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End of life ethical issues

Palliative care recognises that we all have a right to say what care we would like and for those wishes, wherever possible, to be respected. It upholds the belief that we should not be forced to undergo any treatment against our will and should be consulted if possible when choices are made regarding our care.

Many ethical issues arise in the final stage of life and each country has agreed practices to follow. Ethical frameworks vary depending on where you live so it is advisable to talk to your family doctor or other members of your care team to get more information on local guidelines.

Artificial feeding and hydration – are they compulsory?

Artificial feeding (also called ‘nutrition therapy’) is an alternative feeding method that can be used in some situations to sustain life if eating and swallowing are no longer possible. Artificial hydration involves introducing additional fluid into the body to ensure that adequate levels are maintained. 

Some people feel uncomfortable about both procedures as they can be intrusive at a difficult time. The right to refuse these will depend on the country in which you live, but in most cases, you have the right to choose or refuse any treatment. If no preference has been expressed and you are not well enough to make a decision, the doctor will always decide what is in your best interests, weighing up the potential advantages and disadvantages. They will consult with your carer and relatives and all decisions will be recorded and reviewed on an ongoing basis.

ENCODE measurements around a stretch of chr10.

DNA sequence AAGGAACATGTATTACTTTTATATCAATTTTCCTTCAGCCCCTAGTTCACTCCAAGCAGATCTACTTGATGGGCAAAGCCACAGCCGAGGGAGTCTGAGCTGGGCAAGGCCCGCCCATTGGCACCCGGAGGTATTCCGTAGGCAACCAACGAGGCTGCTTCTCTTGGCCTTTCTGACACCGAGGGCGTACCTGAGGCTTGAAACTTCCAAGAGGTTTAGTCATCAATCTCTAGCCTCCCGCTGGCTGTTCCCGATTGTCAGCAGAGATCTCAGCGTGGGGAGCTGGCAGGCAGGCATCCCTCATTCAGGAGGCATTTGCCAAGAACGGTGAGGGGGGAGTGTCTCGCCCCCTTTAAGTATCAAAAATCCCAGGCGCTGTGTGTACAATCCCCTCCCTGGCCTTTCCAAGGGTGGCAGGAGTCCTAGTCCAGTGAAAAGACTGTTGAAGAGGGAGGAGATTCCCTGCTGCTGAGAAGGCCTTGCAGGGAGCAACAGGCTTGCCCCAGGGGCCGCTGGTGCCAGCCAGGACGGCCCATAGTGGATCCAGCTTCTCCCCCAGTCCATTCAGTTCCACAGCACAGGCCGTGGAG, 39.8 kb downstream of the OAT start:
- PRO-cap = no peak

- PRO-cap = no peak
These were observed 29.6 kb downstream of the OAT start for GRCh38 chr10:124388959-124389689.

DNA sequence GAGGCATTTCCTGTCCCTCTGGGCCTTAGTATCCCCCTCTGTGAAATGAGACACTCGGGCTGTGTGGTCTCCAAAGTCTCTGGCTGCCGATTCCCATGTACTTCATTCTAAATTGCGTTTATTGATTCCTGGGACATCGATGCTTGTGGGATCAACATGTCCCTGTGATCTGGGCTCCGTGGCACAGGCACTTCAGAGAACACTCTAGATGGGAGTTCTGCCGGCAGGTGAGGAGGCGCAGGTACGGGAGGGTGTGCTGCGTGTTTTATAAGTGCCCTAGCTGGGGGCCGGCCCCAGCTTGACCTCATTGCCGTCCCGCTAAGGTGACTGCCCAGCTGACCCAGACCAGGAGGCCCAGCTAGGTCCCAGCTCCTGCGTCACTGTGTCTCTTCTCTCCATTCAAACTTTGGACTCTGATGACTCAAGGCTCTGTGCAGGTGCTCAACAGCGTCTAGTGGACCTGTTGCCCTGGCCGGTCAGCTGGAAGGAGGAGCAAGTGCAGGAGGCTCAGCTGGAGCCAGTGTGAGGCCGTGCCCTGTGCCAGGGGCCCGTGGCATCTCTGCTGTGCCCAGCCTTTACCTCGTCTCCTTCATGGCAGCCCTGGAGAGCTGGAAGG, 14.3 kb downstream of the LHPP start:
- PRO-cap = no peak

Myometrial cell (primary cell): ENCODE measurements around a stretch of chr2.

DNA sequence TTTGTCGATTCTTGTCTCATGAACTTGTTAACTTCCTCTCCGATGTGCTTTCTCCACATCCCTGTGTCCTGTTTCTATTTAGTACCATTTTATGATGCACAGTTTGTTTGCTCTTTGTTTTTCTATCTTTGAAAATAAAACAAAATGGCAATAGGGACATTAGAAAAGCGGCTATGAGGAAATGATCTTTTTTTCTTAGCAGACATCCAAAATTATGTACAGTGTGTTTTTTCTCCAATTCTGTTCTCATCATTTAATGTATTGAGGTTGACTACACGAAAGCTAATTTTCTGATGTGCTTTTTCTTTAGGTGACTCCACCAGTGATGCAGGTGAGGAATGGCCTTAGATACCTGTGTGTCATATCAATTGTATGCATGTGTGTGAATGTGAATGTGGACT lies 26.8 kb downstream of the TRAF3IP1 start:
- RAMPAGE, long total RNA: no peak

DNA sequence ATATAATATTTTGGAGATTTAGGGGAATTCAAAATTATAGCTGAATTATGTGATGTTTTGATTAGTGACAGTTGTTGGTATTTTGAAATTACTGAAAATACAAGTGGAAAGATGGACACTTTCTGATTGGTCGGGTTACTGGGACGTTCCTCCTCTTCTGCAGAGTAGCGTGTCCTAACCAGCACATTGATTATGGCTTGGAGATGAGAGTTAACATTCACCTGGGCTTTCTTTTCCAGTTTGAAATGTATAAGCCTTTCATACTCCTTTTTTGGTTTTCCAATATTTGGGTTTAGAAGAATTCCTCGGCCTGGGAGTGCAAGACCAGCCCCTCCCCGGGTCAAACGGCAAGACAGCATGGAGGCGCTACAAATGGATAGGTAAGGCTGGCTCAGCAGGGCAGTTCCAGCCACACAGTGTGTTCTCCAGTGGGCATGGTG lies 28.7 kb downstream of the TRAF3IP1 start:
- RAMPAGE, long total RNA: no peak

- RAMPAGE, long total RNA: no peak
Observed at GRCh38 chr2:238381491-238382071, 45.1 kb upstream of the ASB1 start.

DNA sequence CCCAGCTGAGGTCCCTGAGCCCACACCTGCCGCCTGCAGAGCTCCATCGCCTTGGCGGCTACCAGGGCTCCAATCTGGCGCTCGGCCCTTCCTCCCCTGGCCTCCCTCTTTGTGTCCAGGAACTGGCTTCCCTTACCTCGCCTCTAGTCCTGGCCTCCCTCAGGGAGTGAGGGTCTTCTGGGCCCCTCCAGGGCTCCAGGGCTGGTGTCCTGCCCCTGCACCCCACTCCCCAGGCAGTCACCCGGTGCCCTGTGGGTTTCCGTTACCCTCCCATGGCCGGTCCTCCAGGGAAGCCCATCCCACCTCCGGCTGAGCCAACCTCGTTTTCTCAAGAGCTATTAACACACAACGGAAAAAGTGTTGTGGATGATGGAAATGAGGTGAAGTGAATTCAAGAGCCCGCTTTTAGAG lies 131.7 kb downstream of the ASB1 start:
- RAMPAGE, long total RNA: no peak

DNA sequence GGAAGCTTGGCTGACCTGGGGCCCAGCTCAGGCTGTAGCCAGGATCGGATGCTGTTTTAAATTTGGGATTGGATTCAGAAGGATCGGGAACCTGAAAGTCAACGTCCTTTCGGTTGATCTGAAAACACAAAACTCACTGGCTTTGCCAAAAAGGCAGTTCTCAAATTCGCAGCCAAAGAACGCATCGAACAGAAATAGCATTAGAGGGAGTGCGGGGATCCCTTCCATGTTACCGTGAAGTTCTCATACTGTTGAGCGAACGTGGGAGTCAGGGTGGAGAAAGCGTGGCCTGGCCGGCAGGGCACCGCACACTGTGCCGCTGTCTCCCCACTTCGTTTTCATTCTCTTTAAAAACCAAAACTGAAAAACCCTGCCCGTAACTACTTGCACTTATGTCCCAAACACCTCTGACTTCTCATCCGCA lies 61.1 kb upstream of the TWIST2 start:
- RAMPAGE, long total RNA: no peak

Whilst artificial feeding or hydration can be very beneficial in some cases, it may not always be appropriate and there is no evidence that nutrition or hydration actually prolongs life when death is imminent.

Artificial feeding

The common forms of artificial feeding are:

  • nasogastric tube feeding- a tube is inserted through the nose and into the stomach allowing liquidised foods or medication to be passed through. This is generally used as a short term solution to a persistent problem